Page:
By Tim O’Dell, Chili Dawg’s Foods of Fire
The other day I decided to smoke some mushrooms. Not just any mushrooms.
I first went to the local grocery store to pick up some good sized mushrooms, some spray butter and Havarti cheese. I then stopped at my local specialty store to obtain some Hickory and Apple wood and some Chipotle seasoning.
I went home to make some of the most delectable mushrooms ever. After cleaning the mushrooms, I simply snapped out the stems. This is very easy if you snap them out quickly. I held the mushroom in the palm of one hand and then pushed the stem to one side or the other with fingers from my other hand.
Then I sprayed the mushrooms with the butter to create a base on which to hold the seasoning. After the Chipotle seasoning was applied on the inside and outside of the mushrooms, I inserted ¾ by ¾ inch pieces of the Havarti cheese in the cavity. All of my mushrooms were put onto an open cookie sheet for quick selection when putting them in the smoker.
I fired up my Weber smoker with lump charcoal and brought it up to my desired temperature of 225 degrees. I placed my mushrooms on the grate, placed my hickory and apple chunks into my fire box, closed the lid and let them begin to smoke.
It didn’t take but 12 minutes at 225 degrees and I was able to pull out some very delectable and savory mushrooms. They still had some crunch to them, they were hot and the cheese had melted quite nicely in the stem cavity. The flavor was phenomenal! What a great appetizer and it really doesn’t take that long. And, with a decent sized smoker, you can make a lot of them.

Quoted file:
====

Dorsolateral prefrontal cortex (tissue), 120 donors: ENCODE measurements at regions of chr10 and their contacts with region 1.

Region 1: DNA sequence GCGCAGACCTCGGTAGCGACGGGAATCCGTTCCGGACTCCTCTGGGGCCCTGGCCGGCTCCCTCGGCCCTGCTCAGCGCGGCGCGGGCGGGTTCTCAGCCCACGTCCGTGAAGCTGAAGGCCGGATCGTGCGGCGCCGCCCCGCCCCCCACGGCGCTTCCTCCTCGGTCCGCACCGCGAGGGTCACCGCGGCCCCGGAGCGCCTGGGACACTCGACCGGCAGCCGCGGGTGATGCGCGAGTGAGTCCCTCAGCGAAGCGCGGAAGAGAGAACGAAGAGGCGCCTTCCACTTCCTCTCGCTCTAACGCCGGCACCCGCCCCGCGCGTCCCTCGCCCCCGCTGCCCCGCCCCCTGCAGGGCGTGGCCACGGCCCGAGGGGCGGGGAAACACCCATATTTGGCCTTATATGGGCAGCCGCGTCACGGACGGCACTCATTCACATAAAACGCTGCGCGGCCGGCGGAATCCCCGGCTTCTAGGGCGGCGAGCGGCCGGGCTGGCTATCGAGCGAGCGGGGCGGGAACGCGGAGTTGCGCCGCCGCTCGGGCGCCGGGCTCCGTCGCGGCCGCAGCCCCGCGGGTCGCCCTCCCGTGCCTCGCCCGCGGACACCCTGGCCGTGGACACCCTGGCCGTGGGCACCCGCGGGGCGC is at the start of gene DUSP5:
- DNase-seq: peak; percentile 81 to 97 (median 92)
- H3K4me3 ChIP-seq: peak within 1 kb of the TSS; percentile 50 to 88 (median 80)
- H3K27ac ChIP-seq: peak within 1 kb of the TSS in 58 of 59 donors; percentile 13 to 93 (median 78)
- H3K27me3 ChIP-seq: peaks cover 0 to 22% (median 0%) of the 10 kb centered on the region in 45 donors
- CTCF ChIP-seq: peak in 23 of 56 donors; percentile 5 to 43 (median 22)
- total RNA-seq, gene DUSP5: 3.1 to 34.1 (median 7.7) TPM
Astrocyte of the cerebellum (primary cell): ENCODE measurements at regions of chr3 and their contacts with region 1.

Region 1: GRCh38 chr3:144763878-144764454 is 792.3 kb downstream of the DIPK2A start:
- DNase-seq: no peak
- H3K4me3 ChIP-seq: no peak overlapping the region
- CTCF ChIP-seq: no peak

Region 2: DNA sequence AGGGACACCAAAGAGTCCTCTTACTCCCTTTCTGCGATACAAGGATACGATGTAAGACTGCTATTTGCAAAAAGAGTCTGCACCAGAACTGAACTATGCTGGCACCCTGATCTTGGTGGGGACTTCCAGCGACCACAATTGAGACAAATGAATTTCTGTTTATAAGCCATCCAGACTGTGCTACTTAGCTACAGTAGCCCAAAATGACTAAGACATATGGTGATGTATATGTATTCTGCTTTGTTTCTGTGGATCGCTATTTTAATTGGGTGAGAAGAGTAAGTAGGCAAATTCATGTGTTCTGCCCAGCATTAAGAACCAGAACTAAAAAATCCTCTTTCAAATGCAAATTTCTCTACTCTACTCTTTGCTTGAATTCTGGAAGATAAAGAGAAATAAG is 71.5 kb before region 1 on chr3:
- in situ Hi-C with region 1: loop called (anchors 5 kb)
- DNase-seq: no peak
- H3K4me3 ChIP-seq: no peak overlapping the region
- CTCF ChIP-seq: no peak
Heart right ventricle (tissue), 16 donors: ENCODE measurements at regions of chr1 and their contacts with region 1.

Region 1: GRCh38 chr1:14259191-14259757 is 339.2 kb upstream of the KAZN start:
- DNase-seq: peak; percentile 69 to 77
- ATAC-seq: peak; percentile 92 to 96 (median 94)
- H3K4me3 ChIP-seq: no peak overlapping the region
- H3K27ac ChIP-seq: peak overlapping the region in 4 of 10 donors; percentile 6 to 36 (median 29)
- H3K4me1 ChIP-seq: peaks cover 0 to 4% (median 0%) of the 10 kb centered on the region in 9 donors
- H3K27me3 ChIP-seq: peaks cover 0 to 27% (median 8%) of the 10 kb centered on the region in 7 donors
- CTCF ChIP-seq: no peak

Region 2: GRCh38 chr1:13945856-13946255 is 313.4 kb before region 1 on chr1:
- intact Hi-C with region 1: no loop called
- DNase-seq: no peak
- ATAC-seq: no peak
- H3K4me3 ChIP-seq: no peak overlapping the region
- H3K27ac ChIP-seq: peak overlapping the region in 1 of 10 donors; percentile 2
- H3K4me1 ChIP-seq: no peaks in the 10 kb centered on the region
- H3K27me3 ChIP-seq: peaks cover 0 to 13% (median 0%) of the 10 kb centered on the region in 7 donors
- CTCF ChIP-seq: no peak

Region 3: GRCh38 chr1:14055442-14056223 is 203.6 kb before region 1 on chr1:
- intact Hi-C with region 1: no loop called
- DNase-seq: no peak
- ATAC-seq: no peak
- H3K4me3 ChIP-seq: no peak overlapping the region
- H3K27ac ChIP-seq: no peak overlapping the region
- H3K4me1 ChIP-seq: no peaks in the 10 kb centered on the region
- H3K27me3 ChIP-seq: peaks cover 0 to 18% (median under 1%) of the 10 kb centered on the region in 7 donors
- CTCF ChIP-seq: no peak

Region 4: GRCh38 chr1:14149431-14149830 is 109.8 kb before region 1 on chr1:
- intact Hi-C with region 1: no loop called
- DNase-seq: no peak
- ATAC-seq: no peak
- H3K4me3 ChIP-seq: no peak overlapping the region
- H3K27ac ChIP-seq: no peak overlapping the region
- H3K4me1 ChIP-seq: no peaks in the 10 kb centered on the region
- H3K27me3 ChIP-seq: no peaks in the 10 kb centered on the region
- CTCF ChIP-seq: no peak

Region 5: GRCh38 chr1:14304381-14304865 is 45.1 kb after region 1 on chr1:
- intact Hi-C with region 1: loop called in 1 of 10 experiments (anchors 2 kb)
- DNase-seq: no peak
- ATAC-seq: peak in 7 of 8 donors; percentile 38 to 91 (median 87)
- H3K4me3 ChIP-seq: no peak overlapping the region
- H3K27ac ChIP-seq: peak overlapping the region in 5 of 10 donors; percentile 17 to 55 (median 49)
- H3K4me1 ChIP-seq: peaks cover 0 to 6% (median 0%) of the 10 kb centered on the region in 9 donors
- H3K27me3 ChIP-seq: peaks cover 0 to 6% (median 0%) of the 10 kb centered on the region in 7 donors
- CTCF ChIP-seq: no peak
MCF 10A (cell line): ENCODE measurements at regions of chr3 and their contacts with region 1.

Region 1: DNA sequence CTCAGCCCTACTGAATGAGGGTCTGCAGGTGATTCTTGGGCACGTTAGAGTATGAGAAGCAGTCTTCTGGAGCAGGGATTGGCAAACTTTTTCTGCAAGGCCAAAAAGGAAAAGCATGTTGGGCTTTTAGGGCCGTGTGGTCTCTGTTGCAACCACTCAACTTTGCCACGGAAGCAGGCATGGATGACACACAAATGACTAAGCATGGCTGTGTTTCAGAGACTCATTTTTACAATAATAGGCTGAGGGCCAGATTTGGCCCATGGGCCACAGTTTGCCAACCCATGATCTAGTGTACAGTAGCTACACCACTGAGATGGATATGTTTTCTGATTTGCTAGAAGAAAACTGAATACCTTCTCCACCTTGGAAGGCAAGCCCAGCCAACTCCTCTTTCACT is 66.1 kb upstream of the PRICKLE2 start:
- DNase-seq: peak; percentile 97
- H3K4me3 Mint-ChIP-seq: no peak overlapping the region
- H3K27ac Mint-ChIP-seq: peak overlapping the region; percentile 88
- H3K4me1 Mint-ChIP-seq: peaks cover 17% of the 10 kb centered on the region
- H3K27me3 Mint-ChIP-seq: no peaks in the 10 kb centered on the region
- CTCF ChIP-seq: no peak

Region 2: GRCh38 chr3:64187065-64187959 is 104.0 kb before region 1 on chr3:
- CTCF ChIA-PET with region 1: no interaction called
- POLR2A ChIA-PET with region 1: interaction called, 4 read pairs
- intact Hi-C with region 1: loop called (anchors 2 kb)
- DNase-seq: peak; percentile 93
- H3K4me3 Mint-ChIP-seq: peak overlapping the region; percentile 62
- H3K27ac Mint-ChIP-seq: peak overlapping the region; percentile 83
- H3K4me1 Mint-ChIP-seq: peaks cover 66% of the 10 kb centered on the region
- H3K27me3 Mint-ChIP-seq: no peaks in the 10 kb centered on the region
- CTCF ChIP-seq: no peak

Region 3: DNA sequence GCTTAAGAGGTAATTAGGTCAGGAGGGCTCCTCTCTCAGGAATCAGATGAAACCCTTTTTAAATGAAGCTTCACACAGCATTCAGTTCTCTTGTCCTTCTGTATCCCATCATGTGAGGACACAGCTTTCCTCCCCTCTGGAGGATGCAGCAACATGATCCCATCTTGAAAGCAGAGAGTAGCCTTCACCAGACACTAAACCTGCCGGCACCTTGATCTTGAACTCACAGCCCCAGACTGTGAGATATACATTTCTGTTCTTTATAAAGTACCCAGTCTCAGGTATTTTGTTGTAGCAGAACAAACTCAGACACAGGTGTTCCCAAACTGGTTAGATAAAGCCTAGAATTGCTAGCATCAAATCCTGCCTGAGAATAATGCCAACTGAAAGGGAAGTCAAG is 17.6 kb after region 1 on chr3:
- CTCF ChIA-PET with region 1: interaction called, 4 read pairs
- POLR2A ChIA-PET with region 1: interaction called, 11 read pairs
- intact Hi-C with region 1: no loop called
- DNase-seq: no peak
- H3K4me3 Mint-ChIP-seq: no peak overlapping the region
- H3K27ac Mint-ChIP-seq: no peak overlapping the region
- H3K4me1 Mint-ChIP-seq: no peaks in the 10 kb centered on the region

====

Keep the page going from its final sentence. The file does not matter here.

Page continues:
Where did I get this recipe? Well, it was during a barbeque event that I attended. I tasted some very awesome mushrooms, too good to not ask how they were made. The barbeque cook was more than willing to share his recipe. Not all, but many barbeque cooks, will share their recipes with you if you just ask. They get a kick out of helping even the most novice of cooks get started in the world of barbeque. This is how barbeque is taking over the country. The sharing of recipes and the pure joy of the cooking experience.
Where can you get recipes? This question comes up from time to time. Answers can come from barbeque recipe books, a lot of expensive trial and error or, most generally, by talking to expert BBQ cooks or other knowledgeable folks in the art of smoking and barbequing. For example, ask personnel in specialty stores that have the supplies you need once you determine what it is you would like to cook. They have the rubs, supplies and woods that big box stores or local grocery stores do not. They also have a network of barbequers willing to share secrets and they have practical experience and recipes to share as well.
Let the chase for new, unusual, fun and great recipes begin!